Of the many figures put out by the Department of Housing earlier this week, some closed in on the number 1,058.
That was the number of homes built directly by local authorities in 2017, according to the reports from Minister Eoghan Murphy’s department. Some of the more straight-forward additions to social-housing stock.
Other parcels of the more than “7,000 new homes” that were “brought into the active social housing stock” were drawn from acquisitions, so homes bought from the market, and “Part V” homes, which are bought from private developers of new sites, as well as those built by non-profit housing providers known as approved housing bodies.
That 7,000 figure also included some leased homes, and “voids” – which means refurbished social housing, some of which is only vacant for short periods of time between when a family moves out, and the next moves in.
But the interest in the 1,058 number stemmed from some housing watchers noticing that this would be a significant spike since the number reported in the autumn of homes built directly by local authorities.
At the end of the third quarter of 2017 – so after nine months of the year – there had been 328 local-authority builds.
If this week’s figures are right, then the last 3 months must have seen 730 homes finished (with little ribbon-cutting). Where did this happen?
“We Only Have the Headline Figure”
The Department of Housing Press Office was unwilling to give a breakdown on Monday of where in the country those new social-housing units were built. Which makes it difficult to double-check the figures.
The department said it wasn’t releasing what its breakdown of the figure is right now. “We haven’t published the figures broken down like that,” said a spokesperson.
“I’m afraid we don’t have final figures broken down like that yet. We’ll be publishing them as soon as possible, once they are finalised,” said another.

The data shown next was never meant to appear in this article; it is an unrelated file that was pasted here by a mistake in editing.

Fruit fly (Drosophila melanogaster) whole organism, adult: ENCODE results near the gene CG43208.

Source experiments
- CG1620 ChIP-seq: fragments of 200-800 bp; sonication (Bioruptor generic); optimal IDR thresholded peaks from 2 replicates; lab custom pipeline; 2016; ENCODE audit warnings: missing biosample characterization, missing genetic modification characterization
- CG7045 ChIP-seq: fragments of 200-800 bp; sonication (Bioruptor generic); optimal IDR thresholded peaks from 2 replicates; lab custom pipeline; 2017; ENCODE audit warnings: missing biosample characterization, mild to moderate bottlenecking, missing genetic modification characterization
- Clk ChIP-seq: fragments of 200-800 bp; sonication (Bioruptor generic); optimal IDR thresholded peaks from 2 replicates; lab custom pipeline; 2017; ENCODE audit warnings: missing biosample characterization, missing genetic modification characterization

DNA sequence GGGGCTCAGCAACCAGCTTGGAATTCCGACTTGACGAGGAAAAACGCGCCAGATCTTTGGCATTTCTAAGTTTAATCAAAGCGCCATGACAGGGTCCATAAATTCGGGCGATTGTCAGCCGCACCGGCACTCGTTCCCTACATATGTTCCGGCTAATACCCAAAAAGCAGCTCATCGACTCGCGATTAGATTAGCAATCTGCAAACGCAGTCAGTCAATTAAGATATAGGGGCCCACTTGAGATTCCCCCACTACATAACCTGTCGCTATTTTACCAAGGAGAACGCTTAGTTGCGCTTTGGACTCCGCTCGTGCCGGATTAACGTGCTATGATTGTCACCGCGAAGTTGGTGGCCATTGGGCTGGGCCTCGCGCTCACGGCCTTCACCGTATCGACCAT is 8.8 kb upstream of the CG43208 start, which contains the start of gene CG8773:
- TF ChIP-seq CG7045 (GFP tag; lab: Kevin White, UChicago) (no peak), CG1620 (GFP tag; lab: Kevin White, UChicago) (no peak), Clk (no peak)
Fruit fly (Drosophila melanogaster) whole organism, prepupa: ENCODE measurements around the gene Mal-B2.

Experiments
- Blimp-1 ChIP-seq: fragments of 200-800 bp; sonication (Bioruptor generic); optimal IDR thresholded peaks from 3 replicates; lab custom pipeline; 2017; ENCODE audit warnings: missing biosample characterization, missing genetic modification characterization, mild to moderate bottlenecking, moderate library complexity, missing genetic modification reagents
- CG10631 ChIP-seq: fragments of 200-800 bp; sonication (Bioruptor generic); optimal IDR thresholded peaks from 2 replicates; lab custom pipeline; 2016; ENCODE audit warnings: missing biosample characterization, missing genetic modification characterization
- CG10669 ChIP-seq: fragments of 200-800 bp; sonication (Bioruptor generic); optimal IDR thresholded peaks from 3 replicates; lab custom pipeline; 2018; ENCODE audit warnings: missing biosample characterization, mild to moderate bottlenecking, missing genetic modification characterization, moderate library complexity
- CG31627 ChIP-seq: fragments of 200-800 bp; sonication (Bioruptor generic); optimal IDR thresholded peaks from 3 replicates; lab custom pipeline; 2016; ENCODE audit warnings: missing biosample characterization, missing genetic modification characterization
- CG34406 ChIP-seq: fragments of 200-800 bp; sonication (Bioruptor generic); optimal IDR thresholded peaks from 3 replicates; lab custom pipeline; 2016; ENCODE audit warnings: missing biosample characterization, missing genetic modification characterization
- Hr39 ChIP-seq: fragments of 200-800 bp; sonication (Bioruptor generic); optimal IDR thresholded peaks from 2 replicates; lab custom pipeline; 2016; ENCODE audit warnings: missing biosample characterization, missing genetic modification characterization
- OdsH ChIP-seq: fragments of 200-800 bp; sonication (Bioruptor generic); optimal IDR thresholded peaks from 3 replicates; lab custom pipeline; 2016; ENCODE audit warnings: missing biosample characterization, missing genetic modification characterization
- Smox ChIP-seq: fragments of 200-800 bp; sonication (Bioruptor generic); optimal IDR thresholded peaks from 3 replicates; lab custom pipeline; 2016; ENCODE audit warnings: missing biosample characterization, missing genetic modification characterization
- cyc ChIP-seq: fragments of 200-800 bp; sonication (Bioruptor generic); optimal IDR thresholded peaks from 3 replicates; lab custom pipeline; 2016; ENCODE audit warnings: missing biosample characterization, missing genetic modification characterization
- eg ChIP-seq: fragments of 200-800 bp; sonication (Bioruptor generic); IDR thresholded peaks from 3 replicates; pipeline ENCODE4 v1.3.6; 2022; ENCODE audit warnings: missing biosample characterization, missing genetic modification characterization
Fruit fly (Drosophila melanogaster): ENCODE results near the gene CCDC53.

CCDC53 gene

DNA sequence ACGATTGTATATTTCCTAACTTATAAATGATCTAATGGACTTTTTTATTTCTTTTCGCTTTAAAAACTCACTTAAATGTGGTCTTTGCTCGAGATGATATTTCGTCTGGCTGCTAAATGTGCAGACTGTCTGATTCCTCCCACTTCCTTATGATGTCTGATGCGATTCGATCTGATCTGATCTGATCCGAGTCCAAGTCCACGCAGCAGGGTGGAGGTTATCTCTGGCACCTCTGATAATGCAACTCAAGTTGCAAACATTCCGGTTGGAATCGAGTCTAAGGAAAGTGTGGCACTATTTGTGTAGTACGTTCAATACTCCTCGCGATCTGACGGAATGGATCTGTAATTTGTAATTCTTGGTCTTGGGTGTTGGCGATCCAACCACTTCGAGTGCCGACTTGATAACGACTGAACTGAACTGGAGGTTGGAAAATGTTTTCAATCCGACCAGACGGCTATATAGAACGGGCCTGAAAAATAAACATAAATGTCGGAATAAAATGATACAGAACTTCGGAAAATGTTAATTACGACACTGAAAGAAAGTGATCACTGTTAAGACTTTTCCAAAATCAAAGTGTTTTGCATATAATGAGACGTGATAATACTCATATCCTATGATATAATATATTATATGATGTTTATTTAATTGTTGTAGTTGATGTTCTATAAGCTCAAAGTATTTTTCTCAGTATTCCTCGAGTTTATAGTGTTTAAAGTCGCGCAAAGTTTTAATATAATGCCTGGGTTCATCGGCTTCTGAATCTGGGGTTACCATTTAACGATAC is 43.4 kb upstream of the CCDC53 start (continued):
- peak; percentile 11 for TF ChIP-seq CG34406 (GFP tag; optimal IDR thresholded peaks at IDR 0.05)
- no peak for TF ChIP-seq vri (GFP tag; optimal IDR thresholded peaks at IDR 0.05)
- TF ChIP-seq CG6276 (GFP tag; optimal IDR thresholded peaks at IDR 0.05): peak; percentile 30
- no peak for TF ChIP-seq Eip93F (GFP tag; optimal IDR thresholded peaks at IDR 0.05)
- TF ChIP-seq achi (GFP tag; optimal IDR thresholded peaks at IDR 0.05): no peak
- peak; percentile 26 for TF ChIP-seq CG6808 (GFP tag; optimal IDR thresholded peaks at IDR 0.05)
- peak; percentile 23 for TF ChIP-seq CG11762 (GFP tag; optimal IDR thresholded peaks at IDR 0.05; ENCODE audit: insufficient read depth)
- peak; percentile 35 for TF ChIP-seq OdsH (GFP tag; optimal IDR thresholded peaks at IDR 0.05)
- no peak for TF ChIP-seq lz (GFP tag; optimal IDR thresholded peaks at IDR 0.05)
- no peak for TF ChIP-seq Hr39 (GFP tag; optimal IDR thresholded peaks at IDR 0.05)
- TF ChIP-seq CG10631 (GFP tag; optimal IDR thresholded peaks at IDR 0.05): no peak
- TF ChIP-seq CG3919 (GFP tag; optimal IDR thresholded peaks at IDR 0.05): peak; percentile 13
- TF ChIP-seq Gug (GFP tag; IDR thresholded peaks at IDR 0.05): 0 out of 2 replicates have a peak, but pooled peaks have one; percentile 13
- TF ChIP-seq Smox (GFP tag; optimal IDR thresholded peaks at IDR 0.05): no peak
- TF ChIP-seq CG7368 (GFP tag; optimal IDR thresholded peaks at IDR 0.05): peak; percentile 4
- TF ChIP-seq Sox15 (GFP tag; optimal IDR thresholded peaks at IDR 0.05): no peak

They didn’t respond to queries as to how they compiled the headline figure of 1,058, if they didn’t have the figures finalised from the local authorities.
“We only have the headline figure,” said the second spokesperson, several times on the phone.
At a Local Level
Of the 31 local authorities across the country, 21 got back so far to confirm how many social-housing units they had built this year – including some of the biggest local authorities: Dublin City Council, Cork City Council, and Cork County Council.
Altogether, those 21 local authorities gave figures which add up to 710 homes in 2017. Dublin City Council showed the biggest jump in the last quarter of the year, from 31 at the end of September up to 235 homes built by the end of the year.
That breaks down to 79 flats at Charlemont Street in the south inner city as part of the regeneration there, as well as 130 “rapid-build” homes at St Helena’s in Finglas, Cherry Orchard, Belcamp and Mourne Road, and 26 new homes in Darndale.
Limerick also saw an increase from 0 to 113, made up of 81 homes which are part of a regeneration project on Lord Edward Street, 11 at Moyross, 13 at Southill, 1 at St Mary’s Park, and 1 at Ballinacurra Weston.
Figures for the other 10 local authorities online from the Department of Housing for the third quarter of 2017, and amount to 59 social housing units. (Some said they’ll send their up-to-date figures later this week.)
So far, though, those add up to 769. It’s unclear, at the moment, where the remaining 289 homes were built.
[UPDATE: This article was updated on 17 January at 12.06pm and 4.15pm with additional details from local authorities. And on 18 January at 12pm.
It was also updated on 19 January at 15.54pm, as Fingal Co Co said it had given the wrong figures.]